Ecology & Environment

Gravity wave insights from internet-beaming balloons

A better understanding of how gravity waves in the upper atmosphere interact with the jet stream, polar vortex and other phenomena could be key to improved weather predictions and climate models.

Wildfire weather

Unusual lightning strikes sparked the massive wildfires burning across California. Stanford climate and wildfire experts discuss extreme weather’s role in current and future wildfires, as well as ways to combat the trend toward bigger, more intense conflagrations.

Wildfires’ health impacts

California’s massive wildfires bring a host of health concerns for vulnerable populations, firefighters and others. Kari Nadeau and Mary Prunicki of Stanford’s Sean N. Parker Center for Allergy and Asthma Research discuss related threats, preparedness and ongoing research.

New way to study ocean life

Insights from an innovative rotating microscope could provide a new window into the secrets of microscopic life in the ocean and their effects on crucial planetary processes, such as carbon fixation.

Evolutionary theory of economic decisions

When survival over generations is the end game, researchers say it makes sense to undervalue long shots that could be profitable and overestimate the likelihood of rare bad outcomes.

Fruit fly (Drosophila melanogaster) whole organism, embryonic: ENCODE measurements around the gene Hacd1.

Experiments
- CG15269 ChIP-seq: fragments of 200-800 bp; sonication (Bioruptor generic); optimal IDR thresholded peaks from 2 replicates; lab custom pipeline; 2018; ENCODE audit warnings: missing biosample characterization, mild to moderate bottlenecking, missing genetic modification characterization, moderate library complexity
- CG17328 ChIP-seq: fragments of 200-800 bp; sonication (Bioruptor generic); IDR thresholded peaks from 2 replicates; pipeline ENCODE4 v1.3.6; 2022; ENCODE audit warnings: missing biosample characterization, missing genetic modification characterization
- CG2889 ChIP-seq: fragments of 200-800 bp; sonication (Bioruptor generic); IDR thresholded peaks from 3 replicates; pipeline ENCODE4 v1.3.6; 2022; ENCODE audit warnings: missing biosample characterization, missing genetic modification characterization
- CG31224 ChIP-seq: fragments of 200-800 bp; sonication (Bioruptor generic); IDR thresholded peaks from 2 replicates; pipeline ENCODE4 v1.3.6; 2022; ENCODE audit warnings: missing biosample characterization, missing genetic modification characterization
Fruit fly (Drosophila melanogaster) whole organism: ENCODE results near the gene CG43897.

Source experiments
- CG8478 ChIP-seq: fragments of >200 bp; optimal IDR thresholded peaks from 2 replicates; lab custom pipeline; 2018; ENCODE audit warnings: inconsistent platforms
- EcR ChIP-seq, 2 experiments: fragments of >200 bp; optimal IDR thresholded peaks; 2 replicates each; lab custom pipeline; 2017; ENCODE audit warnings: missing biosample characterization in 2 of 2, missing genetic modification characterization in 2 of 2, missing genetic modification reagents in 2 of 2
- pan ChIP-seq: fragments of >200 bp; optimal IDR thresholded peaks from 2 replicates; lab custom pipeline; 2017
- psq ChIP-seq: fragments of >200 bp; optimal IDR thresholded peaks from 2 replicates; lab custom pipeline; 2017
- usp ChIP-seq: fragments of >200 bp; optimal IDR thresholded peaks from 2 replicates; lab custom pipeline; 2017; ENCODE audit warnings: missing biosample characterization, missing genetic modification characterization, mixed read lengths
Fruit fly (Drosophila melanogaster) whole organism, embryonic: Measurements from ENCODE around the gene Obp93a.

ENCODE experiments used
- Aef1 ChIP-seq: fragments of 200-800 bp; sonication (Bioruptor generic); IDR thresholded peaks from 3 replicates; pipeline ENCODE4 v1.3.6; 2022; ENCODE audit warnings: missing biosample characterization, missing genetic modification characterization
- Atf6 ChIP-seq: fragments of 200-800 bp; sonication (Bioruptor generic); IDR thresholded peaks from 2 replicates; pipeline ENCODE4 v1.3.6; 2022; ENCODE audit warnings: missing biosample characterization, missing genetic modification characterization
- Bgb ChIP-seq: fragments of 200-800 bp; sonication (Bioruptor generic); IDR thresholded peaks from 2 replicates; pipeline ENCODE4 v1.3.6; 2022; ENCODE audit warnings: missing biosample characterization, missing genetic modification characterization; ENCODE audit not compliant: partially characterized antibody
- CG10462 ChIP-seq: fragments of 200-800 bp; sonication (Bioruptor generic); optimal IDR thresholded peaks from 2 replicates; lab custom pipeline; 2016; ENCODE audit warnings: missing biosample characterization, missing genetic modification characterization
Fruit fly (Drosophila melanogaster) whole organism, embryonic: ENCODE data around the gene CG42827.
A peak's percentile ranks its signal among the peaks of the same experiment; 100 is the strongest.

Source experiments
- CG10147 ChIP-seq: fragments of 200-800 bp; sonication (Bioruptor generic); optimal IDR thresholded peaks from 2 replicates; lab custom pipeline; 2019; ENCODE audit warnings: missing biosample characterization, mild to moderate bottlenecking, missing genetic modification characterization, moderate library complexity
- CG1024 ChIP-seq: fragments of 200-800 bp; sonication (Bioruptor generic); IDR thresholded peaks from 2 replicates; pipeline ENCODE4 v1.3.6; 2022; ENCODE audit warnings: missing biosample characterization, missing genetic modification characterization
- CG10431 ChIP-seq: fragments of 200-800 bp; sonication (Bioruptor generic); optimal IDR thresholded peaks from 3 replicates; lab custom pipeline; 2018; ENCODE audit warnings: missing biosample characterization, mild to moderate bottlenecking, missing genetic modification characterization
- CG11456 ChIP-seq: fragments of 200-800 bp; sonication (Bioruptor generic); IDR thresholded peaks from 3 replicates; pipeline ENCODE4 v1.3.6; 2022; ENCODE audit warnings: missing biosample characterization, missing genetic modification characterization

COVID-19 opportunities

The researchers hypothesize outcomes of the pandemic’s unprecedented socioeconomic disruption, and outline research priorities for advancing our understanding of humans’ impact on the environment.

Q&A: Upscaling sustainability

Stanford scientists discuss obstacles for large-scale green initiatives and what it takes for sustainability efforts to deliver lasting benefits across borders, sectors and communities.

Predicting the unpredictable

Researchers combined avalanche physics with ecosystem data to create a computational method for predicting extreme ecological events. The method may also have applications in economics and politics.

Methane emissions climb

The pandemic has tugged carbon emissions down, temporarily. But levels of the powerful heat-trapping gas methane continue to climb, dragging the world further away from a path that skirts the worst effects of global warming.

‘Regime shift’ happening in the Arctic Ocean

Stanford scientists find the growth of phytoplankton in the Arctic Ocean has increased 57 percent over just two decades, enhancing its ability to soak up carbon dioxide. While once linked to melting sea ice, the increase is now propelled by rising concentrations of tiny algae.